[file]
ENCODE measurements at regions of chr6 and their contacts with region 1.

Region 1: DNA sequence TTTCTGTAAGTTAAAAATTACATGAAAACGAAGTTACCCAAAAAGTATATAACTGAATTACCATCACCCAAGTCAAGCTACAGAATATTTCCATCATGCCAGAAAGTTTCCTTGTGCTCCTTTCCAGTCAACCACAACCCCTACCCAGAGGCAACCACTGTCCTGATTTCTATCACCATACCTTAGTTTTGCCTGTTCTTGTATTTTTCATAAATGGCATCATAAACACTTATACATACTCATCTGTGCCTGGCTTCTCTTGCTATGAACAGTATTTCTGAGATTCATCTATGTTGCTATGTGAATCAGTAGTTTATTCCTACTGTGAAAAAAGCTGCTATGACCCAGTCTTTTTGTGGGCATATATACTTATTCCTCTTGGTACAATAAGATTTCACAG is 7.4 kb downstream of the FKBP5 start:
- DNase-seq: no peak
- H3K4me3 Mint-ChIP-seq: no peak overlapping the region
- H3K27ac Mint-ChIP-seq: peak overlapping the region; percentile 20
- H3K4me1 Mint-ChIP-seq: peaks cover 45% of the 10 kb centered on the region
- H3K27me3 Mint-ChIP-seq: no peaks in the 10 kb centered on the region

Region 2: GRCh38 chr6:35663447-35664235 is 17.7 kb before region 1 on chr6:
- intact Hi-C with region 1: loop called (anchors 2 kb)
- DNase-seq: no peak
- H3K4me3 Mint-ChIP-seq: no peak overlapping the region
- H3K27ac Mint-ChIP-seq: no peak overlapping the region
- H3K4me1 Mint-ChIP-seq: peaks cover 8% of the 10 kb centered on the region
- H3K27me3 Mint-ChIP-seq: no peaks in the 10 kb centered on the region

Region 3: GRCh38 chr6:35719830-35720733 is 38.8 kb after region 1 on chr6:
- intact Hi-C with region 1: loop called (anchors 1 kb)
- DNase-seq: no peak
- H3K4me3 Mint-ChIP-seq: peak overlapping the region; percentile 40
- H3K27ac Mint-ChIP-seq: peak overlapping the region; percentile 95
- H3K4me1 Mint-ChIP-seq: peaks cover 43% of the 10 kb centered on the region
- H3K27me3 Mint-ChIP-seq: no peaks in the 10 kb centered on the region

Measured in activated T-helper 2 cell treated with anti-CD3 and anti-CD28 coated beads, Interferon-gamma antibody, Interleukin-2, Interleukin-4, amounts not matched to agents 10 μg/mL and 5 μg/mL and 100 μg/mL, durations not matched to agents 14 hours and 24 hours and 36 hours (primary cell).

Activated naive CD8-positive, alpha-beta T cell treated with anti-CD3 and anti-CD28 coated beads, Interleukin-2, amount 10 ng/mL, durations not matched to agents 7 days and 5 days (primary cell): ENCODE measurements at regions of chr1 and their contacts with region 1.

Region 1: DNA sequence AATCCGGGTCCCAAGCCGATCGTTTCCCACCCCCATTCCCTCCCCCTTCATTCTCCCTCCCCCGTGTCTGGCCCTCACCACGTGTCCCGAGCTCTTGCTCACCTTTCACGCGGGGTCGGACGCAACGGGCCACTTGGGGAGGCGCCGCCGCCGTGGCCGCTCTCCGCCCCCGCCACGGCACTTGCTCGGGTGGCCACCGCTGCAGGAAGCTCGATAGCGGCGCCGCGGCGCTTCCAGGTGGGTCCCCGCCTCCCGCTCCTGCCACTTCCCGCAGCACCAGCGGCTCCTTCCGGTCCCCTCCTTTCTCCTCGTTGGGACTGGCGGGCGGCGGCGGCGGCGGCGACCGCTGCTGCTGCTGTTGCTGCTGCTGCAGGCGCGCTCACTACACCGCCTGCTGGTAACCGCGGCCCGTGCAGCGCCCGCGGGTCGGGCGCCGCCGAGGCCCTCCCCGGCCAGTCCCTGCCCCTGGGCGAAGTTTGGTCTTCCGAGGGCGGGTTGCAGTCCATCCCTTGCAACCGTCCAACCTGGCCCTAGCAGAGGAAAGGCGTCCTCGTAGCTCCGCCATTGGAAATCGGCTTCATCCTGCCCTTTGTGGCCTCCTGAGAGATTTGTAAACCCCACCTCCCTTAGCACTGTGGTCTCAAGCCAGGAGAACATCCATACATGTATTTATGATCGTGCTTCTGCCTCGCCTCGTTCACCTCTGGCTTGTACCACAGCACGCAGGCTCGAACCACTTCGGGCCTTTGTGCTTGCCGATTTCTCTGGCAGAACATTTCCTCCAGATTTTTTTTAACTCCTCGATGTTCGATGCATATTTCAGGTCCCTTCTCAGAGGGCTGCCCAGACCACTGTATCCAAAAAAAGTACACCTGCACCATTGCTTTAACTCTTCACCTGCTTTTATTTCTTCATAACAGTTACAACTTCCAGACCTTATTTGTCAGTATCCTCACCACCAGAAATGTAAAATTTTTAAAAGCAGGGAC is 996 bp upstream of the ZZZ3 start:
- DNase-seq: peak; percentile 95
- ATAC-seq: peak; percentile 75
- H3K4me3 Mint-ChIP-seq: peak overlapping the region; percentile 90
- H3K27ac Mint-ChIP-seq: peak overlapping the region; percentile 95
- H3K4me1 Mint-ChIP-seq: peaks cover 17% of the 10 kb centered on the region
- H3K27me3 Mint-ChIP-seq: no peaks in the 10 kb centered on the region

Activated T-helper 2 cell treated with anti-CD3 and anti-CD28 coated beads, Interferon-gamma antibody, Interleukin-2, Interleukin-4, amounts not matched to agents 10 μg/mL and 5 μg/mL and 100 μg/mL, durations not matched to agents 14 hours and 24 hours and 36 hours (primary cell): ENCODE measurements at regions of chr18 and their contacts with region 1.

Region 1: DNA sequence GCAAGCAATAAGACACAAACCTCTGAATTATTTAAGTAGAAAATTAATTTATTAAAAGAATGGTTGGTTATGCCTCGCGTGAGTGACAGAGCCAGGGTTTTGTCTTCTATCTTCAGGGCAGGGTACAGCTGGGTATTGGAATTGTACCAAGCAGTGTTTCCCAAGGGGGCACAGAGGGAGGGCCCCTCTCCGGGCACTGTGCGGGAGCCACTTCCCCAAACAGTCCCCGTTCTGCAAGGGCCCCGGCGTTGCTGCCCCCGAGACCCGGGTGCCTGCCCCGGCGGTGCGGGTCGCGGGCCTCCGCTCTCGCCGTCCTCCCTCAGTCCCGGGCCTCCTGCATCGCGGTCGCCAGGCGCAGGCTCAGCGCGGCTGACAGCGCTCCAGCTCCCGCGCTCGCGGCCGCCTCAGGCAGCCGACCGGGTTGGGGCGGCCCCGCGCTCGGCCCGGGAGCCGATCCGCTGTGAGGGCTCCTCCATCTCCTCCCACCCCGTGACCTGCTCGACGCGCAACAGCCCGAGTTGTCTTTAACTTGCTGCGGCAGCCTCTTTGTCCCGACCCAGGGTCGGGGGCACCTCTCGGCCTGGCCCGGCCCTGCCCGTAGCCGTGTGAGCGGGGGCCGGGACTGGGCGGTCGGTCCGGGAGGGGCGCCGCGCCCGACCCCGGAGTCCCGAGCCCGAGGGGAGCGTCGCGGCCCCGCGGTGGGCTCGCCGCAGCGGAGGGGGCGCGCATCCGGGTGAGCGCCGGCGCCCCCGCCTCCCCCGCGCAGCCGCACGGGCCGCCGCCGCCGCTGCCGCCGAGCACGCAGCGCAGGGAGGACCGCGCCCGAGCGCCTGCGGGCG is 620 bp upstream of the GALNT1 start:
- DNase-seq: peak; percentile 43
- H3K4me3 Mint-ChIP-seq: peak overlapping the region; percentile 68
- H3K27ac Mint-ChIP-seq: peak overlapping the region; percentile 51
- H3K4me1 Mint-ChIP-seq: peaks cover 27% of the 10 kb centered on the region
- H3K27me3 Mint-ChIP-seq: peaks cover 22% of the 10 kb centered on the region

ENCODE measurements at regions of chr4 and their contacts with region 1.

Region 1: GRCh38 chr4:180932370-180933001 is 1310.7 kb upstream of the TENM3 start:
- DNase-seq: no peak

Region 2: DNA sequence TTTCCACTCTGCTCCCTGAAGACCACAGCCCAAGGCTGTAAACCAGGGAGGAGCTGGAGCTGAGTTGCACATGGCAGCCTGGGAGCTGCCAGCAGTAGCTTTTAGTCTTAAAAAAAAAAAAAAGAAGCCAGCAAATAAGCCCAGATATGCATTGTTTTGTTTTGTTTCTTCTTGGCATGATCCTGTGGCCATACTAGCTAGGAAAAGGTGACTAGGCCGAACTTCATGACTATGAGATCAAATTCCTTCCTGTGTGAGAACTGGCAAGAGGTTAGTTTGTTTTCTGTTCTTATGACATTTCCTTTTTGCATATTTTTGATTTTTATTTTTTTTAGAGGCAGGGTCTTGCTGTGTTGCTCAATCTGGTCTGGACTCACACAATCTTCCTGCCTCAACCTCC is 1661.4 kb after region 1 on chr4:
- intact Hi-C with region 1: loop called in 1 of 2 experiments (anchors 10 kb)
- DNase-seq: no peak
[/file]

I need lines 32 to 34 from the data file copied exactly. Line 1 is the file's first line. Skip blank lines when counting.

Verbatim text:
Region 1: DNA sequence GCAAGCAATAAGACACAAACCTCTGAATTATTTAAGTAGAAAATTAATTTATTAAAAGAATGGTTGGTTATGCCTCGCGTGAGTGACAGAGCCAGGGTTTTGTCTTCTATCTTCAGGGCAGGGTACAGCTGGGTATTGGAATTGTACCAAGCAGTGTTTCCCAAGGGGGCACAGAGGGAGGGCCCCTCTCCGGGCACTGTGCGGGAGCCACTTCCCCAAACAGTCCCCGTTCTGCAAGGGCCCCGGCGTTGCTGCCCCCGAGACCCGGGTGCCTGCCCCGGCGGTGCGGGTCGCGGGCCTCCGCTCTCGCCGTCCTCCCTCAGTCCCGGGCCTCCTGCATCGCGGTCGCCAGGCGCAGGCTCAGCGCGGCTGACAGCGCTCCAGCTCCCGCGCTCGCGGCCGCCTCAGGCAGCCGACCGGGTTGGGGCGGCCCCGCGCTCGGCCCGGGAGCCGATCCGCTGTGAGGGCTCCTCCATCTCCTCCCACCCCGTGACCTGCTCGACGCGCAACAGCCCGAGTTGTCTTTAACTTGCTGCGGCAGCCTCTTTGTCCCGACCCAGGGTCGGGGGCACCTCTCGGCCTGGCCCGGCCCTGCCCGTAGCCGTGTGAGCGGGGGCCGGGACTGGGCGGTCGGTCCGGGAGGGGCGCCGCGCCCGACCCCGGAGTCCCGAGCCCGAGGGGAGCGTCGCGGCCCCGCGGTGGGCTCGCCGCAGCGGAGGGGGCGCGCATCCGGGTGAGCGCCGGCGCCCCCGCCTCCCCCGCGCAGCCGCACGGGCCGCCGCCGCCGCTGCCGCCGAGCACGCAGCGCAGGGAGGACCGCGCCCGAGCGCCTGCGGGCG is 620 bp upstream of the GALNT1 start:
- DNase-seq: peak; percentile 43
- H3K4me3 Mint-ChIP-seq: peak overlapping the region; percentile 68